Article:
The poll finds that Trump continues to hold a lopsided lead among non-college whites, 58-33. But Clinton leads Trump by 50-44 among college-educated whites, which is putting her on track to become the first Democratic nominee to win among those voters in half a century.
But the poll also finds, crucially, that this split extends to one of the key pillars of Trumpism: His proposed temporary ban on non-citizen Muslims from entering the United States. Overall, American voters lean against the ban on Muslims by 53-40. Simultaneously, voters slightly favor Clinton as the candidate who will do more to keep America safer and more secure, by 48-45.
But according to the crosstabs — which were provided by the Post polling team — the split on these questions among white voters is very pronounced indeed.
The ban on Muslims is supported by non-college white voters (53-40); non-college white men (57-39); and white evangelical protestants (62-31). By contrast, college educated whites oppose the ban on Muslims by 64-34.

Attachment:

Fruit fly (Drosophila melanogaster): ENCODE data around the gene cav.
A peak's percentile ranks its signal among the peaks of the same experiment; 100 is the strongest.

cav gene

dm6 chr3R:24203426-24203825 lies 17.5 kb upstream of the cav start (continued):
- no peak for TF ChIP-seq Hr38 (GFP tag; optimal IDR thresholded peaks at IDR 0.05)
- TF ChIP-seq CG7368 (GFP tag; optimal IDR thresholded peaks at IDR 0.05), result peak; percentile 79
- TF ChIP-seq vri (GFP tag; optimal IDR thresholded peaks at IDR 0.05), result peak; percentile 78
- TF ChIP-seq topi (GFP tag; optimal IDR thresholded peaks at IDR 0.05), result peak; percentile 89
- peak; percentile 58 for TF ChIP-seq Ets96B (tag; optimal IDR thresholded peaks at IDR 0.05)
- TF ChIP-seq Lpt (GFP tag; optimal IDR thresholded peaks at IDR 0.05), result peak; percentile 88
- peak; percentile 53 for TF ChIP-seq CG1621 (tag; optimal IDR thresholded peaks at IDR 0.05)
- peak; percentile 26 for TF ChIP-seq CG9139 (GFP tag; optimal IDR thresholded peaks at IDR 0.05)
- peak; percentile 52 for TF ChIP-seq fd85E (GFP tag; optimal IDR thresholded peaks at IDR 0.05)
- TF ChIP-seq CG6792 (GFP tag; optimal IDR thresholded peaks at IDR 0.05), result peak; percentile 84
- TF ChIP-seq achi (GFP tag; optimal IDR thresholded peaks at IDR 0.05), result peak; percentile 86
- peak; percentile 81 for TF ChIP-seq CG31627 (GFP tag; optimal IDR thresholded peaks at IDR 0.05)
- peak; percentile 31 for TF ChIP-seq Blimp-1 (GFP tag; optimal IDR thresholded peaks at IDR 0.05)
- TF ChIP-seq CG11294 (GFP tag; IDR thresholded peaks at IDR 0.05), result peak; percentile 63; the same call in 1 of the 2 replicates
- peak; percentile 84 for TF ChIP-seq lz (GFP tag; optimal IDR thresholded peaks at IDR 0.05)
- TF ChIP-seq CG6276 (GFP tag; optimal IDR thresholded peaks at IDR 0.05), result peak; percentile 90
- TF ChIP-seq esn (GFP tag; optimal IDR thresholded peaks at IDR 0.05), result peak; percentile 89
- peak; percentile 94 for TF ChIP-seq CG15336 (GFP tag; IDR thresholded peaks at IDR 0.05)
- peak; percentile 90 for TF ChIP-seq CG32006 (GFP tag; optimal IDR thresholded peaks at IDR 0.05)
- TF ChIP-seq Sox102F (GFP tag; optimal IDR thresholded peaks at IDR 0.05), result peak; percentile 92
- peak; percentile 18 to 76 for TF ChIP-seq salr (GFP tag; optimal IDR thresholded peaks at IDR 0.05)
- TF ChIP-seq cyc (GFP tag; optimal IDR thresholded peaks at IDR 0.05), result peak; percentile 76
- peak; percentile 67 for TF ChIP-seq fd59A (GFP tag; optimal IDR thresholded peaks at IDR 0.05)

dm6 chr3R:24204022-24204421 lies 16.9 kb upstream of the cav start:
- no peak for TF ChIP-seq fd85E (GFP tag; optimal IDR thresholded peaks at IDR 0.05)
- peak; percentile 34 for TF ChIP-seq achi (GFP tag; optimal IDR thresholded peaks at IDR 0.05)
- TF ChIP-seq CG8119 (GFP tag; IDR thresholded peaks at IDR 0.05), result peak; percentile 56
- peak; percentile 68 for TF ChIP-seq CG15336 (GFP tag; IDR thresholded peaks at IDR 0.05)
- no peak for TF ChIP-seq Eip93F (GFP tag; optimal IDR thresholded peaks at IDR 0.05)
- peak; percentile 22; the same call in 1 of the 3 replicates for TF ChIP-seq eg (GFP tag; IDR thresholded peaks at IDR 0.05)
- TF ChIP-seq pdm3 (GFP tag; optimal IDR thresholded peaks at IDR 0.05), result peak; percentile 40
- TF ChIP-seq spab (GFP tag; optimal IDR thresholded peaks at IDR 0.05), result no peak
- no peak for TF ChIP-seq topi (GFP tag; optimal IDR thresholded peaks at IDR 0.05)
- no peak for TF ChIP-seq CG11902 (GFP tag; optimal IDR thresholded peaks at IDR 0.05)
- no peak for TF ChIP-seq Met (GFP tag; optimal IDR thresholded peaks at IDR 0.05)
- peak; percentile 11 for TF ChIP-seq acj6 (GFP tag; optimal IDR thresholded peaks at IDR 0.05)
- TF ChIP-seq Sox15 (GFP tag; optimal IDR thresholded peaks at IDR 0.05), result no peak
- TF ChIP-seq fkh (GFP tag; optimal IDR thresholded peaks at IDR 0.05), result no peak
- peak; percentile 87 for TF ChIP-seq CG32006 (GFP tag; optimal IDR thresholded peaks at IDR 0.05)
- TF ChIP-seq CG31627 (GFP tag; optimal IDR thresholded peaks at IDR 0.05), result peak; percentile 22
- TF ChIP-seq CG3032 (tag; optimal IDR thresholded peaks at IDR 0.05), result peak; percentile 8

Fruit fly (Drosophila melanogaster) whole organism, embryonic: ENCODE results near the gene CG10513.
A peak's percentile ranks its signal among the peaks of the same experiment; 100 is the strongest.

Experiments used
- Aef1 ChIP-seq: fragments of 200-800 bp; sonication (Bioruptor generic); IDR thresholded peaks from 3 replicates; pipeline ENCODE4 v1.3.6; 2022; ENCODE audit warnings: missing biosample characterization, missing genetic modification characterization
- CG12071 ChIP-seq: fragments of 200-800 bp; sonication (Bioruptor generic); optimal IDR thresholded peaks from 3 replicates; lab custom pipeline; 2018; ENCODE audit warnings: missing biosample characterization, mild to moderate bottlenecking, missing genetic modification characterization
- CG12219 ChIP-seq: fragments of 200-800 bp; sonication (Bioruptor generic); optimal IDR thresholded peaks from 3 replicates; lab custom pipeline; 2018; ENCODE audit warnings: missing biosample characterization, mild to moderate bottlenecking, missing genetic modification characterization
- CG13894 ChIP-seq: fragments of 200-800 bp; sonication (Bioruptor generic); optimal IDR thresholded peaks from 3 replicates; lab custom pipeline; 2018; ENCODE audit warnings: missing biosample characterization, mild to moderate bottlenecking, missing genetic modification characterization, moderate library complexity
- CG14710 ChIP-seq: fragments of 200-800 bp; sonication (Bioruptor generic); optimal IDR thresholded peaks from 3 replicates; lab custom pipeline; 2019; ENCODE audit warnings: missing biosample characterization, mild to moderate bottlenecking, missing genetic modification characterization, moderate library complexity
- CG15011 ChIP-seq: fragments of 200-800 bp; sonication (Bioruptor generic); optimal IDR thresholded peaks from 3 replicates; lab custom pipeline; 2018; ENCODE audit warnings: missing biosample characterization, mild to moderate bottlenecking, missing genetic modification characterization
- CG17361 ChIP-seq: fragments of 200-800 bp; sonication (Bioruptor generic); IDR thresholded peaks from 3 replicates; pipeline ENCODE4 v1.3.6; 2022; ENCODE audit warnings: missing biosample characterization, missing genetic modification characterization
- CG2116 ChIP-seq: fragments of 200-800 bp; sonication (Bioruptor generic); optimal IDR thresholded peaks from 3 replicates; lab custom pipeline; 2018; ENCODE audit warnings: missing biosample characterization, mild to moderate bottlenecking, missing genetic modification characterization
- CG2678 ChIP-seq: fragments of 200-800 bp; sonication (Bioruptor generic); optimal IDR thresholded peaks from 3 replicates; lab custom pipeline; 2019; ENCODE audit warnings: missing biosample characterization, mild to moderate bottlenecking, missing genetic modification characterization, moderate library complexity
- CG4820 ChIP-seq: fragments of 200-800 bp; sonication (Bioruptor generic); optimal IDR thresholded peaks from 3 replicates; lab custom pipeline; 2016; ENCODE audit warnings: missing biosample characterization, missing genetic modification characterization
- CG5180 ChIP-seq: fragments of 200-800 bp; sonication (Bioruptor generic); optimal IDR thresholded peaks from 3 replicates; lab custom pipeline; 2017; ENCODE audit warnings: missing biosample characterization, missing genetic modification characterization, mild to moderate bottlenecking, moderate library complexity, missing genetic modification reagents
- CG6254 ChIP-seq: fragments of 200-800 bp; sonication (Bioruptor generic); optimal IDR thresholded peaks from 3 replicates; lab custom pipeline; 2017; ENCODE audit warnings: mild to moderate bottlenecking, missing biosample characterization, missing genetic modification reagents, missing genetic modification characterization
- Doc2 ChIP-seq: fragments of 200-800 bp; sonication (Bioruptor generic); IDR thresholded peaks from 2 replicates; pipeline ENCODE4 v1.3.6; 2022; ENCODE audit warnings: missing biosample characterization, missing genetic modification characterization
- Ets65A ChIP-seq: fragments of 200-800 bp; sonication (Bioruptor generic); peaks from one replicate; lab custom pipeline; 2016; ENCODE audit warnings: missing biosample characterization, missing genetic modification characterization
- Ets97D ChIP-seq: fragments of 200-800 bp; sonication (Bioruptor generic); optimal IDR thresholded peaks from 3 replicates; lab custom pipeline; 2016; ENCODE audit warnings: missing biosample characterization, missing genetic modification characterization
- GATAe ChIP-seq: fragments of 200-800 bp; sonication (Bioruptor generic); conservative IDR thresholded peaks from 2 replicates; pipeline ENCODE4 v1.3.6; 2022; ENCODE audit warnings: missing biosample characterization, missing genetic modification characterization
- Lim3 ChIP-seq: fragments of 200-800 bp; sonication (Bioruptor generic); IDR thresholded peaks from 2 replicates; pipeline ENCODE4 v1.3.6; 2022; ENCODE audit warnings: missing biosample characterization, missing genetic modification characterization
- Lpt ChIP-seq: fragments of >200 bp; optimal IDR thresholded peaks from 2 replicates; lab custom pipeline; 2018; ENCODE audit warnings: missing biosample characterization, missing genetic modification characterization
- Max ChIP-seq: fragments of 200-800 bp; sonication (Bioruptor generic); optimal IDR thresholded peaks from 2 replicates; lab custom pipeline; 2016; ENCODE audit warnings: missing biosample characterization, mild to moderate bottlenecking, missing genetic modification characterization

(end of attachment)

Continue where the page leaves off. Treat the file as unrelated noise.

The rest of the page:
Meanwhile, the same split is evident on the question of who will keep the country safe. Non-college whites pick Trump by 59-33; non-college white men pick Trump by 67-28; and white evangelicals pick Trump by 73-17. By contrast, college educated whites pick Clinton by 50-46.
Interestingly, Trump’s attacks on the Khan family appear to have gone too far even for his core supporters. American voters overall disapprove of his handling of the exchange with the Khans by 74-13, and Trump-leaning groups agree: Non-college whites disapprove by 67-14; non-college white men disapprove by 64-19; and white evangelicals disapprove by 63-20. (By the way, Republicans and GOP-leaners disapprove by 58-23, and conservatives disapprove by 62-18.)
The overwhelming public disapproval of Trump’s battle with the Khan family is encouraging to see. It’s looking increasingly like Trump, by engaging the Khans, helpfully reinforced many of the messages coming out of the Democratic convention about Trump’s demagogic scapegoating by religion and his overall hostility towards diversifying America. If the Dem convention brought a sledgehammer down on Trump’s worldview, he basically picked up that sledgehammer and continued to hit himself over the head with it — especially in the eyes of the college educated white voters who appear increasingly repulsed by Trumpism.
And yet, even after the battle over the Khans forced a national debate over Trump’s fearmongering about Muslims, his core voting groups are still sticking by the temporary ban on their entry into the United States — which, after all, is a core tenet of the story he’s telling about America.